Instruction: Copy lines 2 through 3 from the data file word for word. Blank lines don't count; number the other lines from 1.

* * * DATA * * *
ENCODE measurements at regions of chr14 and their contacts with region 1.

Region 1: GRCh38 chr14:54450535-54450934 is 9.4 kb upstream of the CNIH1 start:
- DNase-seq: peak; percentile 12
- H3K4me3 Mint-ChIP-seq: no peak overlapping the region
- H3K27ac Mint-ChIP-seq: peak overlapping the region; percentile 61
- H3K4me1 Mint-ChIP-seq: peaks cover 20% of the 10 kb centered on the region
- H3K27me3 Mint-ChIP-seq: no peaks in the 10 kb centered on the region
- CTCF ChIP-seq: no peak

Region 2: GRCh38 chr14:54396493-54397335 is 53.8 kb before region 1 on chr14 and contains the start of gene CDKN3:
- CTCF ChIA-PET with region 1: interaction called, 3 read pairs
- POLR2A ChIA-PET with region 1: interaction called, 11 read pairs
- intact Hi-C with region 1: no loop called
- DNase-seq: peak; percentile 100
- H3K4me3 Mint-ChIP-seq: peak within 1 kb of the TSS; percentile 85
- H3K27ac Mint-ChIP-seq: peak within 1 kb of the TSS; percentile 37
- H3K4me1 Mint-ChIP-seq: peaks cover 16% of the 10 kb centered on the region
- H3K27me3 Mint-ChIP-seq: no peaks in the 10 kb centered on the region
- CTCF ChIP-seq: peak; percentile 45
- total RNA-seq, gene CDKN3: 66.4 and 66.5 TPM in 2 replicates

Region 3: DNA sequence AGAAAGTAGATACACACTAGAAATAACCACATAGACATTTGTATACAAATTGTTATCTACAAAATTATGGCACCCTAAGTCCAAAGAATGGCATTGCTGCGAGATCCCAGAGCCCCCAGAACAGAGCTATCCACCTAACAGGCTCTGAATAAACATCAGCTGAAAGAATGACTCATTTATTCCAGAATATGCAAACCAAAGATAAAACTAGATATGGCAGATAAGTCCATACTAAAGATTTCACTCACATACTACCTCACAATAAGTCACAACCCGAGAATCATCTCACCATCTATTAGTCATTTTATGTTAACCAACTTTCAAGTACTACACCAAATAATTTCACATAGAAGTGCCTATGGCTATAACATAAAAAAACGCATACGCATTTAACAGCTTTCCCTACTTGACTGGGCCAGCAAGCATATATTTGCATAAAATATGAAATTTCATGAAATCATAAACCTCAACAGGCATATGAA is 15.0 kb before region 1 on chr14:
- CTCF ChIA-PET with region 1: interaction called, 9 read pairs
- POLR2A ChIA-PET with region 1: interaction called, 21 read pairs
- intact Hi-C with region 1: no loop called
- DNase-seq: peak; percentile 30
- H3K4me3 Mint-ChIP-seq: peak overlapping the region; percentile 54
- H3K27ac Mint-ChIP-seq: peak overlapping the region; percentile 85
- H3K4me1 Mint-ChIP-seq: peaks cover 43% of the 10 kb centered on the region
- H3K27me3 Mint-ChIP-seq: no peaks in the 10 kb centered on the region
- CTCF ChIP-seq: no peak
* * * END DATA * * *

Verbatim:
Region 1: GRCh38 chr14:54450535-54450934 is 9.4 kb upstream of the CNIH1 start:
- DNase-seq: peak; percentile 12